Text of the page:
Portlandia proctorii

Family : Rubiaceae


Text © Pietro Puccio

 

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English translation by Mario Beltramini

 

The species is native to Jamaica (Saint Catherine), where it grows in the under-wood on calcareous rocky slopes, confined in a restricted area between the 200 and 300 m of altitude.

The genus was dedicated by the Irish botanist and physician Patrick Browne (1720-1790) to the duchess of Portland, Margaret Cavendish Bentinck (1715-1785), lover of botany, collector and deep connoisseur of the English flora; the species is dedicated to its collector, the American botanist George Richardson Proctor (1920-2015), scholar of the Caribbean flora.

Common names: crimson portlandia, pink bell flower, Proctor’s bellflower, red portlandia (English).

Portlandia proctorii, Rubiaceae, crimson portlandia, pink bell flower, Proctor’s bellflower, red portlandia

Rare in nature and poorly known in the nurseries, Portlandia proctorii is a Jamaica shrub or small tree, slow growing, that may be 3 m tall © Giuseppe Mazza

The Portlandia proctorii (Aiello) Delprete (003) is a shrub or an evergreen slow growing small tree, erect, 0,5-3 m tall, with bark of pale brown colour fissured longitudinally.

The leaves, sessile or on an up to 0,5 cm long petiole, are simple, opposite, obovate-elliptic with acute apex, cuneate to attenuated base and entire margin, 4-12 cm long and 2,5-6 cm broad, of glossy dark green colour above, paler below, rather coriaceous.

Cymose inflorescences at the axil of the upper leaves bearing 1-3 hermaphrodite flowers, on a 1-1,5 cm long pedicel, of dark pink to dark red colour, at times with 5 white lines internally along the corners, 2,5-5,5 cm long and of 1,5-2,5 cm of diameter, fragrant in particular during the night hours.

Portlandia proctorii, Rubiaceae, crimson portlandia, pink bell flower, Proctor’s bellflower, red portlandia

Unusual 6 lobe corolla. Dark pink to dark red colour, often embellished by pale lines inside the tubular flower, intensely scented during the night, that may reach the length of 5,5 cm © Giuseppe Mazza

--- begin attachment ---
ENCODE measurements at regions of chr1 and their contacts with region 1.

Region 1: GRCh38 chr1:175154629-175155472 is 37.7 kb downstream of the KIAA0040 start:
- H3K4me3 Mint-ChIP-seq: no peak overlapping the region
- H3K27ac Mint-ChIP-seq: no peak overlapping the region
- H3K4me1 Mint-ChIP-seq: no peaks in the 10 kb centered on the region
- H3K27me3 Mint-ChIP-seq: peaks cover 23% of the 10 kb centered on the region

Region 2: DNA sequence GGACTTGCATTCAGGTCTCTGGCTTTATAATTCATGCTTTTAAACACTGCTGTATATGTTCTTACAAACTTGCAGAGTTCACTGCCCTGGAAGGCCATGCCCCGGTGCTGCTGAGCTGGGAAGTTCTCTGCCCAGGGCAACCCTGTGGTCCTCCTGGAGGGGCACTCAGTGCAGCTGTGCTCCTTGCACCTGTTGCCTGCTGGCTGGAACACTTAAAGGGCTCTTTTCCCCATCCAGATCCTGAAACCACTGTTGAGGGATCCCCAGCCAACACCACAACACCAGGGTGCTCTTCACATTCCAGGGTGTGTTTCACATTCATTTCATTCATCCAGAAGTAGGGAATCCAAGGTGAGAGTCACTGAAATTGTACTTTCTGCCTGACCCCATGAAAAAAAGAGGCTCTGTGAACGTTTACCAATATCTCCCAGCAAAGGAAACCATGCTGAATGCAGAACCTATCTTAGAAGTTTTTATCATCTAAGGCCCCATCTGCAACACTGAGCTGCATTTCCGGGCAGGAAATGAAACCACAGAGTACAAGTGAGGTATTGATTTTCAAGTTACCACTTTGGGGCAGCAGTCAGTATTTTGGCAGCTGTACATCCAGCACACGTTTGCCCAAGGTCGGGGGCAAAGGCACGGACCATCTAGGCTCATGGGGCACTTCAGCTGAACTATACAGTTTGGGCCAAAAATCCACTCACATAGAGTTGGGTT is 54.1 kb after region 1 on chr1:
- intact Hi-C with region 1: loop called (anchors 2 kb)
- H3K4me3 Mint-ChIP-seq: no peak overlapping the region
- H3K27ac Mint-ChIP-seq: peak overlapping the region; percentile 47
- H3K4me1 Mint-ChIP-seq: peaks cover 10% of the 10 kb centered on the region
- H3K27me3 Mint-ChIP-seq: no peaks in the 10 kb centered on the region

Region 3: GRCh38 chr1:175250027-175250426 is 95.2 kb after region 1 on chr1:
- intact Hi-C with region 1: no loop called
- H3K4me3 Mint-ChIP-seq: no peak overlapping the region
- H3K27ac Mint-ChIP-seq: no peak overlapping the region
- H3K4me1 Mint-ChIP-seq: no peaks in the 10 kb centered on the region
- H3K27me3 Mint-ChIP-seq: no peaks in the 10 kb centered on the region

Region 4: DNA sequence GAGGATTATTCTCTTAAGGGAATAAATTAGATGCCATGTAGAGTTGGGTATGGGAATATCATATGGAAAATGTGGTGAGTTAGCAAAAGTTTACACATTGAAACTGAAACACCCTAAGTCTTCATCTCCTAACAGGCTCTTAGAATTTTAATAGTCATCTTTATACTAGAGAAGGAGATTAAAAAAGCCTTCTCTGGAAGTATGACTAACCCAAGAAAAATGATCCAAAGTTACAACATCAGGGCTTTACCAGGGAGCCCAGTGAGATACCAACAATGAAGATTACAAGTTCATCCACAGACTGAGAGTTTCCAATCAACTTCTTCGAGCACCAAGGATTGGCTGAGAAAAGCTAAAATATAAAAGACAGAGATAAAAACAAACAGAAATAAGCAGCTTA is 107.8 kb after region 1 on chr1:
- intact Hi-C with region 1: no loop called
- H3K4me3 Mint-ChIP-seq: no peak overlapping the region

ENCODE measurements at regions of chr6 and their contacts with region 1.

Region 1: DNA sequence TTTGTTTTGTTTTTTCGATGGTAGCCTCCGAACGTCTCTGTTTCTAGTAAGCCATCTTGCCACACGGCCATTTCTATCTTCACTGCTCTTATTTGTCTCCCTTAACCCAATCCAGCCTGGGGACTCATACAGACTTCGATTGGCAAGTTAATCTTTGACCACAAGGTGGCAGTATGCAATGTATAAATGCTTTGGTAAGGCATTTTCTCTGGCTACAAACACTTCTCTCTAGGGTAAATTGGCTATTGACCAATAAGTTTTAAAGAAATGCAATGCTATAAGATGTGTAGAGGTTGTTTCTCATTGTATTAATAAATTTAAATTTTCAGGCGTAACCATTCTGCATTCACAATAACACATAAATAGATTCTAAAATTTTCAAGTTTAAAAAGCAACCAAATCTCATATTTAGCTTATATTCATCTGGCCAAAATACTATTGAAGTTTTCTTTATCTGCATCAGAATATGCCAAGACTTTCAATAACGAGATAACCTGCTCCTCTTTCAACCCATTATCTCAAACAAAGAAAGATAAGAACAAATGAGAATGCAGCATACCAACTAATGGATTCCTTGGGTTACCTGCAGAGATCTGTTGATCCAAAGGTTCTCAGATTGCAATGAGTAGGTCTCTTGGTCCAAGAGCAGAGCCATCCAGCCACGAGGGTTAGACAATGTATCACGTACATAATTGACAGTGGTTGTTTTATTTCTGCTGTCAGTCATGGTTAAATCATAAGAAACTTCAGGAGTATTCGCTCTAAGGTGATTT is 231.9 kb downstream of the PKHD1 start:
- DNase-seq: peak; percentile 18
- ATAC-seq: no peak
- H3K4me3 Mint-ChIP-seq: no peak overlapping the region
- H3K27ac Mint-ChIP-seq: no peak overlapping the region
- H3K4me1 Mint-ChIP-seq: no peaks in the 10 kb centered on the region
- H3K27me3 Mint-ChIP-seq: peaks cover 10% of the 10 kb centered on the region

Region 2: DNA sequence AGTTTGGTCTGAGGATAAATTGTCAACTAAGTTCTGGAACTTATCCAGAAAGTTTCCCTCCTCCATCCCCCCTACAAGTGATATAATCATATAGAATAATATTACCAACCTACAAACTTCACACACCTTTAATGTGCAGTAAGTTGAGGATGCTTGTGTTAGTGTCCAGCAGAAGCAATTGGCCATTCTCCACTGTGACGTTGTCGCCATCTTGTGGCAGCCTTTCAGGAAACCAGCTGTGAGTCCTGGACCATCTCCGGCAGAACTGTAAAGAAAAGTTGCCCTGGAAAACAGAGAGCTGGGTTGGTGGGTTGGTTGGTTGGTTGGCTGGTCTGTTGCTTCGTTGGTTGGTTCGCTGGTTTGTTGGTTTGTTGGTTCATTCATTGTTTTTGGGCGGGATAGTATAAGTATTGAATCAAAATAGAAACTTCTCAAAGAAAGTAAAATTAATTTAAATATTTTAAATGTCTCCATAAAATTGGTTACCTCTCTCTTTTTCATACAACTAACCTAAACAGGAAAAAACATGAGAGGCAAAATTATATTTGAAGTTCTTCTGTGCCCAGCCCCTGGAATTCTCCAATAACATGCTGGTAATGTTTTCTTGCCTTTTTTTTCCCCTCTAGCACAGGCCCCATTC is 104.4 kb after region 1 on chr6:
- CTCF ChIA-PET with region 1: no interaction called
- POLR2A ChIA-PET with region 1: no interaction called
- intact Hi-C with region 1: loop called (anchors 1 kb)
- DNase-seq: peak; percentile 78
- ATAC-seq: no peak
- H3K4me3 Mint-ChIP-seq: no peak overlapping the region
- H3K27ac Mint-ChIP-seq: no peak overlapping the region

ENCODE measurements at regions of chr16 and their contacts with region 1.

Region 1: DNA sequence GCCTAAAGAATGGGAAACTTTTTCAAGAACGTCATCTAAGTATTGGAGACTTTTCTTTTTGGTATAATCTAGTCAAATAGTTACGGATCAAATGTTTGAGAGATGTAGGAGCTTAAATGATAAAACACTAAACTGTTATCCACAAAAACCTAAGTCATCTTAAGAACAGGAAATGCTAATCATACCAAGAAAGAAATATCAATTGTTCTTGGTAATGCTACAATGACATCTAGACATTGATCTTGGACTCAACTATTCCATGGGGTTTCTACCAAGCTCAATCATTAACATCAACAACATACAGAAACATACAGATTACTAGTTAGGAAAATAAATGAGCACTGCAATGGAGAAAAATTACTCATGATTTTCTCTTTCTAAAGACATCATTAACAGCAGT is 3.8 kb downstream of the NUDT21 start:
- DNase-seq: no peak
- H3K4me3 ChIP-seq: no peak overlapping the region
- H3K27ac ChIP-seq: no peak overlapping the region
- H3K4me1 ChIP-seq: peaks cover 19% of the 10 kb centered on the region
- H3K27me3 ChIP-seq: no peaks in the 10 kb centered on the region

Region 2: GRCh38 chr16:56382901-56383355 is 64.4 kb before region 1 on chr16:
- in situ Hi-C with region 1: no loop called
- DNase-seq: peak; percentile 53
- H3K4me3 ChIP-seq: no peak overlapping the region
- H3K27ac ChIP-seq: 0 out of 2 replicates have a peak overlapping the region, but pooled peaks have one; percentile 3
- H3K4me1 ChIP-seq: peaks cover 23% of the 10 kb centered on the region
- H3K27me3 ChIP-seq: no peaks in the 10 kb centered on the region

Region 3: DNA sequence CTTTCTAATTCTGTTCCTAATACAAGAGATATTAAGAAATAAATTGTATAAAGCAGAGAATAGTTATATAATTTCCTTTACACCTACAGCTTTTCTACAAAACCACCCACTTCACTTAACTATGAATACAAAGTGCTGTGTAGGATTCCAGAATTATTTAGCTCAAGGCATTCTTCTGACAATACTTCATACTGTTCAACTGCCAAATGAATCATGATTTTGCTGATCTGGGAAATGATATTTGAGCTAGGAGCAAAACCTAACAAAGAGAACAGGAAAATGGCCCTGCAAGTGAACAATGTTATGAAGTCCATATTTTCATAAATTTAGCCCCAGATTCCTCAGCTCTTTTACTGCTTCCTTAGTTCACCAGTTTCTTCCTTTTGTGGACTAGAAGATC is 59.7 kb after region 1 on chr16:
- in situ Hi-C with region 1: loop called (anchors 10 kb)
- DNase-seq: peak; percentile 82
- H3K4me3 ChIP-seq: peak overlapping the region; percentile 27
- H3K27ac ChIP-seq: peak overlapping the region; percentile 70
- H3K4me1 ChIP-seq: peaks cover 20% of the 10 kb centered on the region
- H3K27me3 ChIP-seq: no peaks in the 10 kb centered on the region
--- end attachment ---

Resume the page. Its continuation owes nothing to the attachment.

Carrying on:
Calyx with 5 elliptic-lanceolate lobes with acuminate apex, 1-2,5 cm long and 0,2-0,3 mm broad, corolla having a pentagonal tube with 5 lobes almost triangular, about 0,4 cm long, and 5 non prominent stamens.

The fruits are ovoid woody capsules, slightly costate, 1-2 cm long and of about 1,5 cm of diameter, containing numerous globular seeds about 2 mm long.

It reproduces by seed, previously kept in water for 24 hours, in light loam, draining, maintained humid, but without stagnations, at the temperature of 24-28 °C, and by cutting and air layering.

Species rare in nature and in cultivation that would deserve a better diffusion thanks to its ornamental foliage and the bright blooming, that continues for most of the year, utilizable as isolated specimen, in group and for borders in the gardens of the tropical and subtropical climate regions, as it does not stand temperatures close to 0 °C unless exceptional and for very short period.

It grows well if placed in full sun in morning and with a slight shade in the afternoon hours, requires perfectly draining soils, rich, preferably calcareous. During the first years of planting it requires regular watering during the dry periods, well rooted needs less attentions; useful are the fertilizations with slow releasing balanced products.

Of remarkable ornamental effect also in pot, for the decoration of open spaces also in the zones where the climate does not allow its permanence in open air, sheltering it during the coldest months in luminous environment with lowest temperatures not under the 15 °C.

Frequent watering, avoiding stagnations, during the vegetative period, spaced in winter, but without ever allowing the substratum to dry up completely, and fertilizations utilizing a product specific for flowered plants in pot.

Synonyms: Portlandia coccinea var. proctorii Aiello (1979).

 

 

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